Hal Jackson

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Hal Jackson
Jackson in 1979
Harold Baron Jackson

(1915-11-03)3 November 1915
Died23 May 2012(2012-05-23) (aged 96)
ShowSunday Classics
StationWBLS – New York KGFJ/ KUTE – Los Angeles
CountryUnited States
Previous show(s)The Bronze Review
WINX-Washington, D.C.
The House That Jack Built
WOOK-Washington, D.C.

Harold Baron Jackson (3 November 1915 – 23 May 2012) was an American disc jockey and radio personality who broke a number of color barriers in American radio broadcasting.


Early years[edit]

Jackson was born in Charleston, South Carolina, the fifth child of Eugene and Laura Jackson; his father was a tailor.[1] His parents died when he was young, and he grew up in Washington, D.C., where he was raised by relatives; he attended Howard University, but did not get a degree.[2]


Jackson began his career as a sportswriter, covering local and national black sporting events for the Washington DC Afro-American.[3] In the 1940s, he became one of the first African American radio sports announcers, broadcasting Howard's home baseball games and the Homestead Grays Negro league baseball games.

In 1940, he became the first African American host at WINX in Washington with The Bronze Review, a nightly interview program. He later hosted The House That Jack Built, a program of jazz and blues on three Washington radio stations (WINX, WANN, and WOOK),[4]

Jackson first moved to New York City in November 1949, when he was hired by station WLIB, which wanted to expand the amount of black programming it offered.[5] By 1954, he became the first radio personality to broadcast three daily shows on three different New York stations. Four million listeners tuned in nightly to hear Jackson's mix of music and conversations with jazz and show business celebrities.[6]

In 1971, Jackson and Percy Sutton, a former Manhattan borough president, co-founded the Inner City Broadcasting Corporation (ICBC), which acquired WLIB — becoming the first African-American owned-and-operated station in New York.[7][8] The following year, ICBC acquired WLIB-FM, changing its call letters to WBLS ("the total Black experience in Sound"). As of the late 2000s ICBC, of which Jackson was group chairman, owns and operates stations in New York; San Francisco; Philadelphia; Pittsburgh; Fort Lauderdale; Columbia, South Carolina; and Jackson, Mississippi.[9] The flagship station was hampered by its frequency, sharing it with WOWO of Fort Wayne, Indiana. After being turned down by the FCC to change frequencies, Inner City Broadcasting, in an industry unprecedented move, purchased WOWO solely to reduce its output and upped the power of the NYC transmitters to 50,000 watts daytime/30,000 watts night, and subsequently be heard full-time across the entire New York market.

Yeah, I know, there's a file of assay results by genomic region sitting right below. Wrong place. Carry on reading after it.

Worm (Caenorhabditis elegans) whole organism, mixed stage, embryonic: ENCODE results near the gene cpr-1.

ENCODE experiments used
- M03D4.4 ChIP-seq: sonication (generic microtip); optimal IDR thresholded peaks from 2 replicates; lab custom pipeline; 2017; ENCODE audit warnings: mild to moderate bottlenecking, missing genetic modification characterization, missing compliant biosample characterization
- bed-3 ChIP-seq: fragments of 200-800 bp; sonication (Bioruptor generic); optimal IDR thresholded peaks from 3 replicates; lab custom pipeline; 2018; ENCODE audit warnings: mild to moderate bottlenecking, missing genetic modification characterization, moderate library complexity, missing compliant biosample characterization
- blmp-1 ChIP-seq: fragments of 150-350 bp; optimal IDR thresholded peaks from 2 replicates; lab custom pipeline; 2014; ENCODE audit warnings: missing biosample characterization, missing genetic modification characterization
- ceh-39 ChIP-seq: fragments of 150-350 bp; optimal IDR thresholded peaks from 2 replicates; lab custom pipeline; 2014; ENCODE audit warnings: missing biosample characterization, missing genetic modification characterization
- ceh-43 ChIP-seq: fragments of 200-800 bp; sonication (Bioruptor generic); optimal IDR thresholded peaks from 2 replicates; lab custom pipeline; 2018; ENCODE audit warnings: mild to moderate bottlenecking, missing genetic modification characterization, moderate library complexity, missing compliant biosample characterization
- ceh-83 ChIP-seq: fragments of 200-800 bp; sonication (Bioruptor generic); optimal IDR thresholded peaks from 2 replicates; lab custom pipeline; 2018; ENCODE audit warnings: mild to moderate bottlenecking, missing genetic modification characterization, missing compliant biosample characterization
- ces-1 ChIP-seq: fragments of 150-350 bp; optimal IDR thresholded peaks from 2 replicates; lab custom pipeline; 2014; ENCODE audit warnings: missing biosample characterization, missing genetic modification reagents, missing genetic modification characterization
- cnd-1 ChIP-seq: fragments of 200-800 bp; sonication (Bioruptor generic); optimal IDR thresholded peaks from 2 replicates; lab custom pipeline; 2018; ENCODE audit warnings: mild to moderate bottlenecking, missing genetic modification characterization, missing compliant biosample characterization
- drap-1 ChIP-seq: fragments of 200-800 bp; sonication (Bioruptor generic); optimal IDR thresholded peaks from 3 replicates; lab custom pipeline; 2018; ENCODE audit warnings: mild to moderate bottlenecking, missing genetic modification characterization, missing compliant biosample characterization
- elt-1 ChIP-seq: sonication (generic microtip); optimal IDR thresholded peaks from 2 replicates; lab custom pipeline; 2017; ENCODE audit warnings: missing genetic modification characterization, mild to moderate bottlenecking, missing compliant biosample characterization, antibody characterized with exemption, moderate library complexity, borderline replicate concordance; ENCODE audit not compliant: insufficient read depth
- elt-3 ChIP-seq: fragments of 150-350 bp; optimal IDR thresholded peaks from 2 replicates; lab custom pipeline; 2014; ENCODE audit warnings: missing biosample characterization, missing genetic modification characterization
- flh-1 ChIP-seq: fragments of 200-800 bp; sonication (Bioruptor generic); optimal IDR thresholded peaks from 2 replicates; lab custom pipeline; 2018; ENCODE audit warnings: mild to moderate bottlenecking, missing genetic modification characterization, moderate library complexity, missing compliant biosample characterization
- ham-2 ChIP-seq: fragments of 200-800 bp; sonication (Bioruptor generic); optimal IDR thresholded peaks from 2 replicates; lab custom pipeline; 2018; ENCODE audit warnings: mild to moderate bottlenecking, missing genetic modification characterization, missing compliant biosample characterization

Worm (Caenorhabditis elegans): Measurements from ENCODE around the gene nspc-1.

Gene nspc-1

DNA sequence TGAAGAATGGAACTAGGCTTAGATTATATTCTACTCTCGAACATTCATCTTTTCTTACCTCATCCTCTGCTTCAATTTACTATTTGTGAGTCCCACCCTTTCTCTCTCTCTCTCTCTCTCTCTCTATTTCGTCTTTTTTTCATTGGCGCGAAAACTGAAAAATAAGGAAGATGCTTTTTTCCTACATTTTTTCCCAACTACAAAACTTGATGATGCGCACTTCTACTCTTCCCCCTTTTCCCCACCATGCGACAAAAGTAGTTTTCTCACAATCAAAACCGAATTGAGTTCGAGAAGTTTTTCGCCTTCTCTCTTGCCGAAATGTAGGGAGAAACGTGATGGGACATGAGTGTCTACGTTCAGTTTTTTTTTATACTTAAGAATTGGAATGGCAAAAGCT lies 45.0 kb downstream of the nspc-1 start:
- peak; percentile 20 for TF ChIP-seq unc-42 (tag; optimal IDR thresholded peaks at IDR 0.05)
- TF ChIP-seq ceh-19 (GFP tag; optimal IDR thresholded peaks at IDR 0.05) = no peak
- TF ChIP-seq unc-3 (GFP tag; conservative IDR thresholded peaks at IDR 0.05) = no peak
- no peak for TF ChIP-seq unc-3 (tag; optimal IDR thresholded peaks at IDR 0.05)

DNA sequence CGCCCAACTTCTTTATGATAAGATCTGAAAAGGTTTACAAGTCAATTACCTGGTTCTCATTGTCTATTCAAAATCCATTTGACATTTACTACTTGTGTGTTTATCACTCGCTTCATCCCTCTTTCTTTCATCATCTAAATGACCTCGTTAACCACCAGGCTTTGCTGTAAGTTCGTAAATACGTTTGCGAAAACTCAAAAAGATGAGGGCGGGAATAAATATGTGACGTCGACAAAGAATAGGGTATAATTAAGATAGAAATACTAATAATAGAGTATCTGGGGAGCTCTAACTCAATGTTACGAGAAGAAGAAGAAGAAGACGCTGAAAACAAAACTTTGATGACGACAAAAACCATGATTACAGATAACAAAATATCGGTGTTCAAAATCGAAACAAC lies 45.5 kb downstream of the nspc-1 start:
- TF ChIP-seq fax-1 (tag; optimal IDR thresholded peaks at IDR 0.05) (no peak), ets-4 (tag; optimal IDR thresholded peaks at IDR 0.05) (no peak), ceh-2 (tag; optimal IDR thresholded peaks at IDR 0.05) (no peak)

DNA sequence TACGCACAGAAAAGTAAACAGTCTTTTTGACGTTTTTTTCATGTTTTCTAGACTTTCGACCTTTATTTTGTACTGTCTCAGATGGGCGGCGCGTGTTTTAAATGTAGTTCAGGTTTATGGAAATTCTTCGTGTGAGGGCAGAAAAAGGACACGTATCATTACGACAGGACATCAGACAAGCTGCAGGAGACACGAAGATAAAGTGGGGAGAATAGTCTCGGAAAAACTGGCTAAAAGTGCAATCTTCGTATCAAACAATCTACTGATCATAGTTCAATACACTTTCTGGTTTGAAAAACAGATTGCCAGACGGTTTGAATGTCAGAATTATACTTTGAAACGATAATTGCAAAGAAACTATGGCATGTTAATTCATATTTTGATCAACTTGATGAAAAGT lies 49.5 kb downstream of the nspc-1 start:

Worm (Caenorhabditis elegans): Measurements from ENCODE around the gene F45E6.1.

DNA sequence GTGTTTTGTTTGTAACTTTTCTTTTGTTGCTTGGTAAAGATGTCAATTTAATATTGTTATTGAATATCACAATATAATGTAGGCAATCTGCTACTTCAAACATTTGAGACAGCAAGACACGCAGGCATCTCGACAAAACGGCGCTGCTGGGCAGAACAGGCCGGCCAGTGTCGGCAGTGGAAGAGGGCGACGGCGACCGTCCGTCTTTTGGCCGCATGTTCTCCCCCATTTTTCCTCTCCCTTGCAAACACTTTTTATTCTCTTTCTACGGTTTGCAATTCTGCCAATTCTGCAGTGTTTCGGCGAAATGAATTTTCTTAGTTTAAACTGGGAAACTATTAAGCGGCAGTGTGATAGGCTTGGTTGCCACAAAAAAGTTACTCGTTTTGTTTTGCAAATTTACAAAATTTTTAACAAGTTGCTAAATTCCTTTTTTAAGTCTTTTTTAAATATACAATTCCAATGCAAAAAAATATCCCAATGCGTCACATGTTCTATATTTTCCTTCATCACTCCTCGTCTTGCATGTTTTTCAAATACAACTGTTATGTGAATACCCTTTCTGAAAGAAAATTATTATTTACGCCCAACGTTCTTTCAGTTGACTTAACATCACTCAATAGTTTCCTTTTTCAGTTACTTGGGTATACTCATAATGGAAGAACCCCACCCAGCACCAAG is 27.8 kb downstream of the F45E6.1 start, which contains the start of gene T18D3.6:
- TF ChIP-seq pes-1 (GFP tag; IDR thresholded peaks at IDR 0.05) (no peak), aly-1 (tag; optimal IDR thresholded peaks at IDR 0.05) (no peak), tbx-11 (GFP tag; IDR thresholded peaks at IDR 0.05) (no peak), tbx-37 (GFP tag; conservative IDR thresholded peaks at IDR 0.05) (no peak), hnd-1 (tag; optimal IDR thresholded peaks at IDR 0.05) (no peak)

As of February 2011, nonagenarian Jackson continued to host Sunday Classics on WBLS each Sunday from 3 to 6 p.m.,[10] with Clay Berry and Deborah Bolling Jackson, known professionally as Debi B., his wife.[11] of 25 years.[12]

In 1990, Hal Jackson was the first minority inducted into the National Association of Broadcaster's Hall of Fame.[13] In 1995, he became the first African-American inducted into the National Radio Hall of Fame.[10] In 2001 the Broadcast and Cable Hall of Fame inducted Jackson.[14] For over 11 years he hosted a radio program rated No. 1 by Arbitron in its time slot on 107.5 WBLS in New York, the Hal Jackson Sunday Morning Classics.[13] He was given a Pioneer Award by the Rhythm and Blues Foundation in 2003. In October 2010 he was named a "Giant in Broadcasting" by the Library of American Broadcasting.[15] Jackson was also inducted into the Guinness Book of World Records as being the oldest broadcaster, with a record 73-year career.[16]